Let me say again, to be clear: I don't like console games, and Skyrim is a console game. I don't like a lot about Skyrim, and most of my gripes have to do with it being a console game (although a few big ones don't), so a lot of this post will be me complaining about console ports.
By the way, it's not like Skyrim is awful. I don't hate everything about it (obviously, any game that shares lore with Morrowind already gets points from the start, as does any RPG with lots of skills that are improved by using them). But there really isn't anything non-trivial so far that I really like, so I'll defer on talking about the things I like until I'm done with the game (I'm not sure yet if I'll have the willpower and/or time to even finish the main quest). So, this post will mostly be me complaining.
Console vs. PC
As I said, I don't like console games. It's not a very fundamental dislike. If you think about it, what is the basic difference between a PC and console? You could get from the former to the latter in two steps: First, make the hardware monolithic, non-customizable, proprietary, and so on (incidentally, this essentially produces a Mac). Then, gut the OS to make it capable of only playing games. You have pretty much made a console, except because we started with a PC, it's still displaying things on a monitor and you still use a keyboard and mouse for input.
That's not a big deal, because input/output method is independent from the platform: You could hook up a mouse and keyboard to a console, and you could use a TV and gamepad (with no mouse or keybaord) to -albeit clumsily- control your garden variety Windows PC. Of course, in practice nobody seems to do these things, and this is the crux of my issue with console games, but before I get to that: There is nothing really wrong so far. If anything, monolithic hardware and a minimal OS dedicated to games are good, because they make coding games easier, although there's the issues of compatibility... But none of this really influences game design. And it's obvious that console games are different than PC games in certain key ways.
That difference in game design stems from the difference in traditional input/output setups. As I said, PCs, or rather PC users, tend to use monitors and keyboards while console users go with gamepads and TVs. It doesn't have to be this way, as far as I know it's not terribly difficult to use a keyboard with a console and vice versa. However, for some reason, nobody does.
With the PC, of course, it's stupid to use a gamepad instead of a keyboard unless you are playing a game, and even then, it makes sense only for some games. Some people already do use their TV as a monitor (I have) and a lot simply don't have a TV and use their monitor to watch TV stuff.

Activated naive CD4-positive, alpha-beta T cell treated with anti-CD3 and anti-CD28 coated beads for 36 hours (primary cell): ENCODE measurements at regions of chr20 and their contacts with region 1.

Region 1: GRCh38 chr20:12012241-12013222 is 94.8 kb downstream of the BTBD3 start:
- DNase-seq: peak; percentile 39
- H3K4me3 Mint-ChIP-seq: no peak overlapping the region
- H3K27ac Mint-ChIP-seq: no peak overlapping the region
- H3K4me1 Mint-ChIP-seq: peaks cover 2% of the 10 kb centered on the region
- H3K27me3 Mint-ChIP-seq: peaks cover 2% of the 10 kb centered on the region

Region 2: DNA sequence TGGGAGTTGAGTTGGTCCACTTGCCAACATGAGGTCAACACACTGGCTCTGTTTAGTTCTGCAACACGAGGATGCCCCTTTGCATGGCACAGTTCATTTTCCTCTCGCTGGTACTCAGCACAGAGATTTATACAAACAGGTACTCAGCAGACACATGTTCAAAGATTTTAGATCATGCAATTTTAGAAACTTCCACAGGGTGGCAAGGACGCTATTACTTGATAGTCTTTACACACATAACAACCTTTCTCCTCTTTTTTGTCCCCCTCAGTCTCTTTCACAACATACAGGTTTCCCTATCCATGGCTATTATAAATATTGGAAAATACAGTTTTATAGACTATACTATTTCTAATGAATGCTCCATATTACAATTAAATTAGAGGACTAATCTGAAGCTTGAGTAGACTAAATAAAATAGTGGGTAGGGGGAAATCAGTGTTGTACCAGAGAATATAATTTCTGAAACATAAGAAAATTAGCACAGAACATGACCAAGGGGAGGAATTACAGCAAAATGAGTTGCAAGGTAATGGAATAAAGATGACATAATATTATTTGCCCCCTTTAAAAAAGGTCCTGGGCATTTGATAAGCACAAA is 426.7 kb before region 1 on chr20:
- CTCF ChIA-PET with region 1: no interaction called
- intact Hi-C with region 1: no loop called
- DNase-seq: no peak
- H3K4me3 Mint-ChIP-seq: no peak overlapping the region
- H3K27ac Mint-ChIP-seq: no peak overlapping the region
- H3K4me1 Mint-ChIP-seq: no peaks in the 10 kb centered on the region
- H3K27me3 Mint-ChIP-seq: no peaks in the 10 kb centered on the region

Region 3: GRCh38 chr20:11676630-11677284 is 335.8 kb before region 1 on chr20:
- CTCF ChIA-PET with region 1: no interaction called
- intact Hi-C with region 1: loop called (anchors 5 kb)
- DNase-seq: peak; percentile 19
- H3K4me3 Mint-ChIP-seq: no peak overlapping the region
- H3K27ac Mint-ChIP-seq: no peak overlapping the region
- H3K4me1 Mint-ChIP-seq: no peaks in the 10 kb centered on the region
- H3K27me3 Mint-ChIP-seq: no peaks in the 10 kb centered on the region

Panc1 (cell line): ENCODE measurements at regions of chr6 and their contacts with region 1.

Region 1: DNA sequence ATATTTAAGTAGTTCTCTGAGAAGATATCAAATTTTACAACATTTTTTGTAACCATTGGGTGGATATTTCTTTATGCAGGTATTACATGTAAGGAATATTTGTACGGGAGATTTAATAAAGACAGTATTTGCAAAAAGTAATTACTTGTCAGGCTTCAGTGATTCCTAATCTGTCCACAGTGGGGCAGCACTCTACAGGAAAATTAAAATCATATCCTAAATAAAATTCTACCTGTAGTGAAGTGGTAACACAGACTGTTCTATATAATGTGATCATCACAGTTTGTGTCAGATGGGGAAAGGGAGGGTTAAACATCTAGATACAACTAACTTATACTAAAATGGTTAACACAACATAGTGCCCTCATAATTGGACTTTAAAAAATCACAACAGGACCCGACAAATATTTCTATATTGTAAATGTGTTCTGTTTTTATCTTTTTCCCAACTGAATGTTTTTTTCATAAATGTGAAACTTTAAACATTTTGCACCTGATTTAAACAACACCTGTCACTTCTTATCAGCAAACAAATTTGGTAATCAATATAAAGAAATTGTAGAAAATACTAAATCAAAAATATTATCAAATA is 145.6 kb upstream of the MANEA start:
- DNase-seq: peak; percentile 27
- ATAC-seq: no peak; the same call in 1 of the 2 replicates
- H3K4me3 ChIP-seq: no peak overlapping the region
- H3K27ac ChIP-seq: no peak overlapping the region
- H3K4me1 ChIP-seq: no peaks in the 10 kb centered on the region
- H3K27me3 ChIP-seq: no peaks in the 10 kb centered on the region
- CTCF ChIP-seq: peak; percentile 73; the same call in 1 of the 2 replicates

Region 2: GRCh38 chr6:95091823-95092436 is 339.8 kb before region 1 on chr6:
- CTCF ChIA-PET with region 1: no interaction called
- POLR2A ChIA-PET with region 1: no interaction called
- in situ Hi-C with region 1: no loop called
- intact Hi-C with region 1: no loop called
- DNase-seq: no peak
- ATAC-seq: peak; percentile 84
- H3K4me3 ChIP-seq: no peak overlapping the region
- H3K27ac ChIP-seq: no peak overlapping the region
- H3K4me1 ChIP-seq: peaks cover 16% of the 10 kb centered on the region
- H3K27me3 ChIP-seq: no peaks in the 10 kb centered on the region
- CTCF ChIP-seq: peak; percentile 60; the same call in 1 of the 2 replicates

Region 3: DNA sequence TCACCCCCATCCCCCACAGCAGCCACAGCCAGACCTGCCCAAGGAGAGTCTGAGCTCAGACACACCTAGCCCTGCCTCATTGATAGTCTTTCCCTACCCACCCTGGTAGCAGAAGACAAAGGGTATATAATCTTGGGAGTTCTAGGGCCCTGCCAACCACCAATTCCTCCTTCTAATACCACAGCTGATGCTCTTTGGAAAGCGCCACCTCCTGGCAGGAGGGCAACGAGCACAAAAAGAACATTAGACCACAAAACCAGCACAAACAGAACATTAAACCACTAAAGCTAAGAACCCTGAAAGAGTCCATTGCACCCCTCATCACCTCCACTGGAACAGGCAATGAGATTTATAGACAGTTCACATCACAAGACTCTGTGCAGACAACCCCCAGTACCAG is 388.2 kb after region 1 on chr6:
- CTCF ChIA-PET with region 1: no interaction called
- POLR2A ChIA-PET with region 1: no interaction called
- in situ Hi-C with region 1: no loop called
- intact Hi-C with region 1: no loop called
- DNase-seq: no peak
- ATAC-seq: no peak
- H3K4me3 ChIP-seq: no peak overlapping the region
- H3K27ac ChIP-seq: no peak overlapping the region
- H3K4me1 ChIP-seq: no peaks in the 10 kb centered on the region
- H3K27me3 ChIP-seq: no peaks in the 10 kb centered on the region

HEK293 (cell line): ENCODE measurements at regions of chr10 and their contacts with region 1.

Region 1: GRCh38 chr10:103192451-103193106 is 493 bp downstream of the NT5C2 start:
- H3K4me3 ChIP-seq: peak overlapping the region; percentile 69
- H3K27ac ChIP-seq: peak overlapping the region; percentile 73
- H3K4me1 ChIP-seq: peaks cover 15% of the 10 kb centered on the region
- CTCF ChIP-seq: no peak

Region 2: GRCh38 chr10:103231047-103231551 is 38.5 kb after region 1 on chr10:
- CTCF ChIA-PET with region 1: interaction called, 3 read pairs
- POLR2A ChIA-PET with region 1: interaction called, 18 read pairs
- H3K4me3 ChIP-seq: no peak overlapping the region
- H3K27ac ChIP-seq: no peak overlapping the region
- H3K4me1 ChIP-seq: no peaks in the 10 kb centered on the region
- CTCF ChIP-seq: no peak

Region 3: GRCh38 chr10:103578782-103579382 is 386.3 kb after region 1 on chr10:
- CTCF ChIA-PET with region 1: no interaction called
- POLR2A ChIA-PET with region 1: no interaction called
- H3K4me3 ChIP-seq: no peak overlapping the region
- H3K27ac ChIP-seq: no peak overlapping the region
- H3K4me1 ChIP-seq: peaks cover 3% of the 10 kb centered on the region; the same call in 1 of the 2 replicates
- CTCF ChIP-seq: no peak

With consoles, there really is no reason to not use a monitor and keyboard/mouse. There is no reason for this not to be standard- except most console games are made for playing with a gamepad, but that's really only because it's the standard. I guess historically, consoles came about because back in the day, you couldn't expect people to buy computers for playing games on them. Now, the price difference is no longer there.
Note that for the most part, a console's I/O scheme is a subset of a PC's. If you try, you *could* devise a hypothetical game which uses the buttons and analog sticks of a gamepad in such a way that you simply can't play it with a keyboard and mouse- but such games are almost non-existent. For instance, console game like to assign movement to the stick, and you can control walk/run speed with how much you push it, but in most games you never want to and almost never need to run at anything but the maximum speed. It's not that you can't make a game where sometimes you want to walk slowly- it's just that seemingly nobody does. The one exception is detailed flight and racing sims: things like fine steering adjustments often do matter, and they are impossible on a keyboard and clumsy with a mouse while an analog stick does work quite well, except people who play those seems to get specialized controllers anyway, even on consoles.
Notably, you just can't make an FPS game on a console- anything that involves pointing at things on the screen a lot is torture without a mouse. Yes, people try anyway, and I think the attempts suck and will be doomed to suck until the console market gets used to the idea of using mice and keyboards. Yes, you "could" make a PC-style shooter on a console, meant to be played with a mouse, but it won't sell well because most console users won't want to buy or use a mouse just for your game.
Notice that it's harder to make a console RTS: Not only do you need to convince users to buy and use a mouse, but you also need them to sit close enough to the TV to see the small units and interface elements. The mouse, by the way, isn't just for selecting units- any game with many complicated menus will be difficult to handle without a mouse and keyboard.